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As commenter Christina noted on Facebook (a line I stole on Twitter), “Let’s make abortion the central theme of a comedy, then pretend we’re not trivializing it and trying to make it funny.”

But that’s exactly what the star of a romantic comedy about abortion is trying to say.

The movie Obvious Child is debuting across the pond, and before it has gone reviews and opinions from America, pretty much all pegging it as “the abortion romcom,” to quote The Guardian.

But the movie’s star, Jenny Slate (pictured above in a scene from the movie), doesn’t like that portrayal:

“Ugh, that is such a bummer, that term. An abortion romcom – that’s not a thing!” Slate says with an eye-roll. “The movie isn’t saying that abortions are funny. It’s saying that people are funny.”

That’s not what Slate’s comedic pal Jimmy Fallon thought when complimenting her on the picture. “It’s getting great reviews because it’s a serious issue, but you make it lighthearted, you make it funny,” said Fallon, as quoted by NewsBusters.

And Slate kept her thoughts to herself when Obvious Child was being plugged by Planned Parenthood CEO Cecile Richards:

This is a hilarious and honest story about one young woman trying to figure out life and dating, and it includes an unapologetic look at her decision to have an abortion….

It shows her as a full and complete person making the serious decision to end a pregnancy and still having a full and fun life.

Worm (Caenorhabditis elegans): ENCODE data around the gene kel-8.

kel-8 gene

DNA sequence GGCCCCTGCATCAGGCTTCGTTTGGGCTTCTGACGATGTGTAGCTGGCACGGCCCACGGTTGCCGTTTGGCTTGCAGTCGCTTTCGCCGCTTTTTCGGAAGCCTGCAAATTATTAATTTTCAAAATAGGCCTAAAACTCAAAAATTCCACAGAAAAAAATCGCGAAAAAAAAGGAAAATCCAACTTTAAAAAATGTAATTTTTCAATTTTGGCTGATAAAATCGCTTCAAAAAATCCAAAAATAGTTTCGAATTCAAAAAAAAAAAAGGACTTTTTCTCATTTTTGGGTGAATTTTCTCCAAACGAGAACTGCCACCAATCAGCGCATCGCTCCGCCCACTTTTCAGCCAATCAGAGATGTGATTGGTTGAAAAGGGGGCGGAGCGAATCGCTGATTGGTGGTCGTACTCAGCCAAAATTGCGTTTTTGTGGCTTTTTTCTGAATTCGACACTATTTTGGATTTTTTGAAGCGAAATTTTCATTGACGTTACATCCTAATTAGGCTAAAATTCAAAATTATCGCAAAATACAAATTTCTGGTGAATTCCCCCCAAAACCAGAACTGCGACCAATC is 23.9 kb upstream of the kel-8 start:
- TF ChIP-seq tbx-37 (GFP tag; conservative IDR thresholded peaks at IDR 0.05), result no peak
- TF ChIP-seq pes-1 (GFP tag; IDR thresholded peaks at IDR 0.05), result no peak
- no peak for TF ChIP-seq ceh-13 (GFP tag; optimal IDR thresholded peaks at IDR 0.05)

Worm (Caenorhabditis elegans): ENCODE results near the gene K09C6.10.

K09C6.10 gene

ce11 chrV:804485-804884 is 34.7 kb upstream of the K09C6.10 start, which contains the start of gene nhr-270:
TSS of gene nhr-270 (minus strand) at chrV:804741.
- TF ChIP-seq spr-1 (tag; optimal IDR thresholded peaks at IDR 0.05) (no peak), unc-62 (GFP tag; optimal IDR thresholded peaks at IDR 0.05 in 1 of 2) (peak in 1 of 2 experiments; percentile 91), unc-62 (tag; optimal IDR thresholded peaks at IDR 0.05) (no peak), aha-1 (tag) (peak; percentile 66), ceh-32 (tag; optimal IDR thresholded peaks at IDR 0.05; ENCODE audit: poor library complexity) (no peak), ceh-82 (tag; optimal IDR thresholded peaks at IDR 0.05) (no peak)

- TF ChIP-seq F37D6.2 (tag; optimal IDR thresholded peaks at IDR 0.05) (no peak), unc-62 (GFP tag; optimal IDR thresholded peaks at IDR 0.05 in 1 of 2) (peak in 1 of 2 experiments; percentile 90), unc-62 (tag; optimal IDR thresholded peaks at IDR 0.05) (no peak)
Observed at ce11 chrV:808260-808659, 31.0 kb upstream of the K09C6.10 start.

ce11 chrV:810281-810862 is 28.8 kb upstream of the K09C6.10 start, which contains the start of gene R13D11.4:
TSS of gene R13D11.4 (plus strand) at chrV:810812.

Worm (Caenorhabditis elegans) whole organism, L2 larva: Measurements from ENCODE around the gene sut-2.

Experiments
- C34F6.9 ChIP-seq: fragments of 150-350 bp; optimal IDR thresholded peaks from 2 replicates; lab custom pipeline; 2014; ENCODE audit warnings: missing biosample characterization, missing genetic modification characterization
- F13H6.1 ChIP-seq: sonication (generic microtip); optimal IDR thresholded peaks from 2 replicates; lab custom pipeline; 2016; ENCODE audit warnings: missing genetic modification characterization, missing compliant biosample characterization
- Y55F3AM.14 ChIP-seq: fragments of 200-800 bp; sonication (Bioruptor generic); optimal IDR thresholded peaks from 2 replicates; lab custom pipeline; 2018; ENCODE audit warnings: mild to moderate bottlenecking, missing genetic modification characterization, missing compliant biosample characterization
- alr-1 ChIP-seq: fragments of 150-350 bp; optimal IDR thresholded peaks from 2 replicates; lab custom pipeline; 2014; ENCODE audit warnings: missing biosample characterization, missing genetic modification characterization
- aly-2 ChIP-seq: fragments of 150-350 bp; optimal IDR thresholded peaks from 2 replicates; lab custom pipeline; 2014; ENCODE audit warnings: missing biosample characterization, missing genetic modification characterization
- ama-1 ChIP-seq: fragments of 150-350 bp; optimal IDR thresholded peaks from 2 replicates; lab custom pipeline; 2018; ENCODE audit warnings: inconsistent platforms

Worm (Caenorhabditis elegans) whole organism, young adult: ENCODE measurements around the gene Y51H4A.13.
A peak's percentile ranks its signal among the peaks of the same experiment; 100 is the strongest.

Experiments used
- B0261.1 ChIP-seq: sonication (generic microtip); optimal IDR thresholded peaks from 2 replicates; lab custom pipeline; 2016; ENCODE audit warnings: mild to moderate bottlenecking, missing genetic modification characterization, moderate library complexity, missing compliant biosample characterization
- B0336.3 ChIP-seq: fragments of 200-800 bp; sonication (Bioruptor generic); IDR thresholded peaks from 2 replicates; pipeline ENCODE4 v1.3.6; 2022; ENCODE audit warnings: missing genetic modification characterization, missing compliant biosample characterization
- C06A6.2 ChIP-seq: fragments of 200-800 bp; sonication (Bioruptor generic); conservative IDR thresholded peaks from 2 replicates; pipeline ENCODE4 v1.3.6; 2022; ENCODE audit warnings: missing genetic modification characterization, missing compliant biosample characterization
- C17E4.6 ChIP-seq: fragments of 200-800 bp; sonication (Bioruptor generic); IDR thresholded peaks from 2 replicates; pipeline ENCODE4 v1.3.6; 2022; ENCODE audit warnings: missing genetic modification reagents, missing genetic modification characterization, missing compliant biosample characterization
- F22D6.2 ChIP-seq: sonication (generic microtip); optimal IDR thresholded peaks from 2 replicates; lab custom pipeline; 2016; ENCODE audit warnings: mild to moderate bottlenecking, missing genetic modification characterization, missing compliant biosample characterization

Or when the Los Angeles Times was giving Obvious Child rave reviews as “finally, a romantic comedy about abortion.”

If this wasn’t a rom-com about abortion, why all the advance screenings for the abortion industry? Why was Planned Parenthood consulted in the making of the film, “vetting the script and allowing them to shoot in a clinic”? quoting Mother Jones.

But Slate and director Gillian Robespierre apparently no longer need abortion zealots to help them sell their movie. That or they have found abortion advocates are really no help at all – perhaps radioactive even?

Whatever, they’re now shunning the “abortion rom-com” label, to which I tweeted yesterday:

A few hours later Slate responded:

did see the movie, Jenny. It’s a romantic comedy about abortion. Again, own it. What’s the problem?

Reprinted with permission from Jill Stanek's blog.


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